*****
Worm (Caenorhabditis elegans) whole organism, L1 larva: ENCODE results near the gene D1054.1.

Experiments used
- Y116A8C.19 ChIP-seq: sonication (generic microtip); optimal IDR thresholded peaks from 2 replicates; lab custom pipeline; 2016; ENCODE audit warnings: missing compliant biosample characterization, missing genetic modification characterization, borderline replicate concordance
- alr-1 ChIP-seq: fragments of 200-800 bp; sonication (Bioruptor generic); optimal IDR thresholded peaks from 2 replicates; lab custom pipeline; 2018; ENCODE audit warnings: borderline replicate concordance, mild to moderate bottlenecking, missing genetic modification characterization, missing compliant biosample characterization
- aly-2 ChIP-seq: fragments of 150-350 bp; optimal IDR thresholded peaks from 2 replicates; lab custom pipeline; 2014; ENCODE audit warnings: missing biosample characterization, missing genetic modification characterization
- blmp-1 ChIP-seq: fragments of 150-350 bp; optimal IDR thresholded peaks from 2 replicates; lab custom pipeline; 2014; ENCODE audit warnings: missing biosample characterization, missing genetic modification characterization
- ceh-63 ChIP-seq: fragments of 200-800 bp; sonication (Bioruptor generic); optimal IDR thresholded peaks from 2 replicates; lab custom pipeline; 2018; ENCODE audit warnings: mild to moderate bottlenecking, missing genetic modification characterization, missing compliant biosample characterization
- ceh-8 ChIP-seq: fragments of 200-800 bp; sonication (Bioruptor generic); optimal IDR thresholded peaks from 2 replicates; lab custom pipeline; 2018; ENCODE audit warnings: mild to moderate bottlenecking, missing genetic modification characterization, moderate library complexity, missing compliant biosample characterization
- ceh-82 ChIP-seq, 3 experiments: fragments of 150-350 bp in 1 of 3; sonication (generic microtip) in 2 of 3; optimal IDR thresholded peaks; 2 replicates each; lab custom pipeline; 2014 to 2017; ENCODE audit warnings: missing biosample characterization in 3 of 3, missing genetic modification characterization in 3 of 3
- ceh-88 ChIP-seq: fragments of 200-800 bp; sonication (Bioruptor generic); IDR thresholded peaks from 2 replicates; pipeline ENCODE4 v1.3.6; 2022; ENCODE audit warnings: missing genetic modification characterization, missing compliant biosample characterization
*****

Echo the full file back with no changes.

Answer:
Worm (Caenorhabditis elegans) whole organism, L1 larva: ENCODE results near the gene D1054.1.

Experiments used
- Y116A8C.19 ChIP-seq: sonication (generic microtip); optimal IDR thresholded peaks from 2 replicates; lab custom pipeline; 2016; ENCODE audit warnings: missing compliant biosample characterization, missing genetic modification characterization, borderline replicate concordance
- alr-1 ChIP-seq: fragments of 200-800 bp; sonication (Bioruptor generic); optimal IDR thresholded peaks from 2 replicates; lab custom pipeline; 2018; ENCODE audit warnings: borderline replicate concordance, mild to moderate bottlenecking, missing genetic modification characterization, missing compliant biosample characterization
- aly-2 ChIP-seq: fragments of 150-350 bp; optimal IDR thresholded peaks from 2 replicates; lab custom pipeline; 2014; ENCODE audit warnings: missing biosample characterization, missing genetic modification characterization
- blmp-1 ChIP-seq: fragments of 150-350 bp; optimal IDR thresholded peaks from 2 replicates; lab custom pipeline; 2014; ENCODE audit warnings: missing biosample characterization, missing genetic modification characterization
- ceh-63 ChIP-seq: fragments of 200-800 bp; sonication (Bioruptor generic); optimal IDR thresholded peaks from 2 replicates; lab custom pipeline; 2018; ENCODE audit warnings: mild to moderate bottlenecking, missing genetic modification characterization, missing compliant biosample characterization
- ceh-8 ChIP-seq: fragments of 200-800 bp; sonication (Bioruptor generic); optimal IDR thresholded peaks from 2 replicates; lab custom pipeline; 2018; ENCODE audit warnings: mild to moderate bottlenecking, missing genetic modification characterization, moderate library complexity, missing compliant biosample characterization
- ceh-82 ChIP-seq, 3 experiments: fragments of 150-350 bp in 1 of 3; sonication (generic microtip) in 2 of 3; optimal IDR thresholded peaks; 2 replicates each; lab custom pipeline; 2014 to 2017; ENCODE audit warnings: missing biosample characterization in 3 of 3, missing genetic modification characterization in 3 of 3
- ceh-88 ChIP-seq: fragments of 200-800 bp; sonication (Bioruptor generic); IDR thresholded peaks from 2 replicates; pipeline ENCODE4 v1.3.6; 2022; ENCODE audit warnings: missing genetic modification characterization, missing compliant biosample characterization